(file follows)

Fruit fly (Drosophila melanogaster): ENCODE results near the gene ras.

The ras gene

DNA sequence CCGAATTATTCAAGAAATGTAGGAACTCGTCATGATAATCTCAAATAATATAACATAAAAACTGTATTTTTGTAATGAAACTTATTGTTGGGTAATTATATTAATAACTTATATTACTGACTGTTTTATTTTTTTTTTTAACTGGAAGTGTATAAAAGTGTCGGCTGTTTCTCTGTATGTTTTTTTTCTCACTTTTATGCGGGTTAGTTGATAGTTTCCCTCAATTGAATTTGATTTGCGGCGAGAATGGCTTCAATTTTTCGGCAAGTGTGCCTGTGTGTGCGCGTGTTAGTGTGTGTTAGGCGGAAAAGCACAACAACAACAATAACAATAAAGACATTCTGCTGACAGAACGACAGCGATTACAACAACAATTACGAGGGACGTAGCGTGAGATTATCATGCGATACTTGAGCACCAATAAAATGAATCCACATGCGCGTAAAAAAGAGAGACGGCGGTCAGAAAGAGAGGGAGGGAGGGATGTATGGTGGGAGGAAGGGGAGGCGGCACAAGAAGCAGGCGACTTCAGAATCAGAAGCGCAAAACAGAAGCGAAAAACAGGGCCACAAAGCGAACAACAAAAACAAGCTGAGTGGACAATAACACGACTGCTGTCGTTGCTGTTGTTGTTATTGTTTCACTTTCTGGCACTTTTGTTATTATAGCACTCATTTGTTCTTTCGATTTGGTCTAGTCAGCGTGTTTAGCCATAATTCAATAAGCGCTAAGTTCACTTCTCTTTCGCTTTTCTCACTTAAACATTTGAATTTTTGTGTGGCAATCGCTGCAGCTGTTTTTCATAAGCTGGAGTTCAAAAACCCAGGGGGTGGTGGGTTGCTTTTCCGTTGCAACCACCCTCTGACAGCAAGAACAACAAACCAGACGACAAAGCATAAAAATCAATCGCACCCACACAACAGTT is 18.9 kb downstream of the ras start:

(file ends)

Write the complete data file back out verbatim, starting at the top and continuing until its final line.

Fruit fly (Drosophila melanogaster): ENCODE results near the gene ras.

The ras gene

DNA sequence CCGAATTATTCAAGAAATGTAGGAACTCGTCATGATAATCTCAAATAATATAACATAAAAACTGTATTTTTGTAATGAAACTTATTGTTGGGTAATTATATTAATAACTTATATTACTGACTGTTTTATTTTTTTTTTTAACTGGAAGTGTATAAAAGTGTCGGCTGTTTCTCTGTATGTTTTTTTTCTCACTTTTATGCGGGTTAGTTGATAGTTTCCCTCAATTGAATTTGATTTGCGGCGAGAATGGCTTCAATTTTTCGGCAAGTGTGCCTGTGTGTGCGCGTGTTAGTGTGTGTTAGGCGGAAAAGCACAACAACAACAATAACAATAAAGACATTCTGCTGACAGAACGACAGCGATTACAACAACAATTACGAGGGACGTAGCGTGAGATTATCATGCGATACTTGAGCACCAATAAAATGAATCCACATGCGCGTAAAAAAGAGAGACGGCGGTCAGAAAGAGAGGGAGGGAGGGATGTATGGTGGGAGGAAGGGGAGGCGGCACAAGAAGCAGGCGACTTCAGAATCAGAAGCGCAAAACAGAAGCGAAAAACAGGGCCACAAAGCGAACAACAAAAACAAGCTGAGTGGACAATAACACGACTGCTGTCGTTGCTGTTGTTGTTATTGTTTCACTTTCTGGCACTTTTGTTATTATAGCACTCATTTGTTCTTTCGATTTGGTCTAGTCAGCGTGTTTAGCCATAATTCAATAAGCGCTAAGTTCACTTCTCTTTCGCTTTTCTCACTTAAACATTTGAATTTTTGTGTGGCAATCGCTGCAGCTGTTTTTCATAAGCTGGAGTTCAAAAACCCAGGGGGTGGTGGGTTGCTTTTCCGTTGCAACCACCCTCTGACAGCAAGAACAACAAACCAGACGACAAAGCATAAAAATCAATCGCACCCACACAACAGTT is 18.9 kb downstream of the ras start: